This paper studies the political economy of local politicians' neighborhoods. We use detailed population-wide data on the location of politicians’ and citizens' homes and their socioeconomic traits. We combine this information with neighborhood-level data on building permits and proposals to close schools. A descriptive analysis uncovers that politicians live in neighborhoods with more socio-economically advantaged people and more of their own party’s voters. Next, we analyze whether having politicians in a neighborhood reduces the likelihood that local public "bads'' are placed there. This analysis compares home neighborhoods for politicians with different degrees of political power (ruling majority or opposition) and where power was won in a close election. We find negative effects on approved building permits for multifamily homes and proposals to close schools. This result is most likely explained by undue favoritism. We conclude that local politicians live in advantaged neighborhoods that they shield from local public bads.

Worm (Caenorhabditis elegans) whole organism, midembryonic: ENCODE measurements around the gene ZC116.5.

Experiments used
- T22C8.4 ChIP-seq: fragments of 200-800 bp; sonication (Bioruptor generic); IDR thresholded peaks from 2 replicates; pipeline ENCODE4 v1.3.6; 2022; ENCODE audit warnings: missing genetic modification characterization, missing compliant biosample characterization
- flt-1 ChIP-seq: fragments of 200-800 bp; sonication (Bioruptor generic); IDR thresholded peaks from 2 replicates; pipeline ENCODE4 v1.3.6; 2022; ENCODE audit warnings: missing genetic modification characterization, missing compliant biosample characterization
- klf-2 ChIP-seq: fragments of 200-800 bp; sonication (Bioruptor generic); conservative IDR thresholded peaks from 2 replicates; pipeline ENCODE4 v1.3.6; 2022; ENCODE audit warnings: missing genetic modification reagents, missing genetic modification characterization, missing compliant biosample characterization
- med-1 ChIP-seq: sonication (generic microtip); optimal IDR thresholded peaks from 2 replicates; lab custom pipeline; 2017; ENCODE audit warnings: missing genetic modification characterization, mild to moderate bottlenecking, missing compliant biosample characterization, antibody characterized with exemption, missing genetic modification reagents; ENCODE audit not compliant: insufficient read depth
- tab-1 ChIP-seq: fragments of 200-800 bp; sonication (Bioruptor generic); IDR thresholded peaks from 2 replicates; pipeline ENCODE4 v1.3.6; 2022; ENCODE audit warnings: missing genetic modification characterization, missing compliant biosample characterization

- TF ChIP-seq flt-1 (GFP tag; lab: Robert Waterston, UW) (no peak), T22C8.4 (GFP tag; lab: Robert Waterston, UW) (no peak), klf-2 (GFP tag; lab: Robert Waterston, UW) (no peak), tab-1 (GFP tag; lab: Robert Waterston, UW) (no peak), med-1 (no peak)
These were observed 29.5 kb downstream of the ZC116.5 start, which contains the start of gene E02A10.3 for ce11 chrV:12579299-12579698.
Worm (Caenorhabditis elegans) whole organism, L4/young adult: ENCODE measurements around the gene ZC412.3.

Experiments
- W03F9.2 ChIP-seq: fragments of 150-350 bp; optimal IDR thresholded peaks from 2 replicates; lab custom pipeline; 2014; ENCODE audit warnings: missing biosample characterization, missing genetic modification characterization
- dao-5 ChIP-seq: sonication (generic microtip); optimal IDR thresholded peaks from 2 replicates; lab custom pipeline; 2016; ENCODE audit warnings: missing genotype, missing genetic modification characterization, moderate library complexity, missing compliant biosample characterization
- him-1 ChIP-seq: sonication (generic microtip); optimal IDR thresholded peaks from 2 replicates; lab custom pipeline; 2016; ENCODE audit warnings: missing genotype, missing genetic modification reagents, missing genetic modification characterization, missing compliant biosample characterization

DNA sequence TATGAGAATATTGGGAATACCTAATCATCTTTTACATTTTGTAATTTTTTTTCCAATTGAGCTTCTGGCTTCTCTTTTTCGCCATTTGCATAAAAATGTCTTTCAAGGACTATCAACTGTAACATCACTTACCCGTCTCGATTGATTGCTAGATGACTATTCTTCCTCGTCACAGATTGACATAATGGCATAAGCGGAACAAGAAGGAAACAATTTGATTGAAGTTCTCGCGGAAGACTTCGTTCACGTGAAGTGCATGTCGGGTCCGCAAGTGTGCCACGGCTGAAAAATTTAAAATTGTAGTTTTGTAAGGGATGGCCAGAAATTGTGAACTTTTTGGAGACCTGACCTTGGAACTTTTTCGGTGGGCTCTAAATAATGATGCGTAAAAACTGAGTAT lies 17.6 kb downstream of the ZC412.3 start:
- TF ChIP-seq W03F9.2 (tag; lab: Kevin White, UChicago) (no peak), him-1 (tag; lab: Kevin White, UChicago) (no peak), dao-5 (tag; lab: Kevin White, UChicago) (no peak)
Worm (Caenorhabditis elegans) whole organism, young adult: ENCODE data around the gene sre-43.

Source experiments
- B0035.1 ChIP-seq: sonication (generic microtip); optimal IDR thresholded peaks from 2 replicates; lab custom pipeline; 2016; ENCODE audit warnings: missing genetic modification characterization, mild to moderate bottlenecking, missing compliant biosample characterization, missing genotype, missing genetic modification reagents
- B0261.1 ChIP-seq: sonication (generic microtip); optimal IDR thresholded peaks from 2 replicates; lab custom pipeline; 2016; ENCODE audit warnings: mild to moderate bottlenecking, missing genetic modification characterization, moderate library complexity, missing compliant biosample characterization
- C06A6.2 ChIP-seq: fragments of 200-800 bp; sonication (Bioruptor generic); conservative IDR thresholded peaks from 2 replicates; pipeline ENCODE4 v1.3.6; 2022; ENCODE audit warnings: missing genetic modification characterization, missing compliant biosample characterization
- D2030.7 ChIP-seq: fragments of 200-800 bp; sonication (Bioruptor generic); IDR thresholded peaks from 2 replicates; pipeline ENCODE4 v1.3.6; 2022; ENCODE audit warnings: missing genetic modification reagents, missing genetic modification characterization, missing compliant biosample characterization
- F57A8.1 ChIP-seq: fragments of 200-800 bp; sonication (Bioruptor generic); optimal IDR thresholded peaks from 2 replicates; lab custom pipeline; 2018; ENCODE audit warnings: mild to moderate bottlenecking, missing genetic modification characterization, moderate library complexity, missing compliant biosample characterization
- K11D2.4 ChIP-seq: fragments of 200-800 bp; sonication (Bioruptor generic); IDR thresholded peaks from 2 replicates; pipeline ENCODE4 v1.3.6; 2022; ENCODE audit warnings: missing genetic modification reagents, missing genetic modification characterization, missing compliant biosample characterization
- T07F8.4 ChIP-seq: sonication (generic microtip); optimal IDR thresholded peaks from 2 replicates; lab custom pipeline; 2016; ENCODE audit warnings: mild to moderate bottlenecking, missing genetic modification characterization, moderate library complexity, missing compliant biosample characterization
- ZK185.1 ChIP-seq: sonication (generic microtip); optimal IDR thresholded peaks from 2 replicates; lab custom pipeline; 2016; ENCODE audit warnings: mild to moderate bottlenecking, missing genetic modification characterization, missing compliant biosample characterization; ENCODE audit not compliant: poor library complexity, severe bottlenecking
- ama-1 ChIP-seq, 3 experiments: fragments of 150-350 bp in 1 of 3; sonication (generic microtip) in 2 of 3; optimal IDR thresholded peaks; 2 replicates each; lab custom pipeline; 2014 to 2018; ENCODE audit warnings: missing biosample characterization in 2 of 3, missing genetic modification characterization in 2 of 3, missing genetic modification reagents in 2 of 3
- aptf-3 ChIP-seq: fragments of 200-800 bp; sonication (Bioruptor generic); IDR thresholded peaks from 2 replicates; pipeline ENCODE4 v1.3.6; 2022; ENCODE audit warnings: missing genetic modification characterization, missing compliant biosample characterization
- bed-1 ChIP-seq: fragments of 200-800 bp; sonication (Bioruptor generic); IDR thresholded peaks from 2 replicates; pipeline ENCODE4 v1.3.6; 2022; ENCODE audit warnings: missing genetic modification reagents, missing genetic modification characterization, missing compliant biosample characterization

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Olle Folke, Linna Martén, Johanna Rickne and Matz Dahlberg
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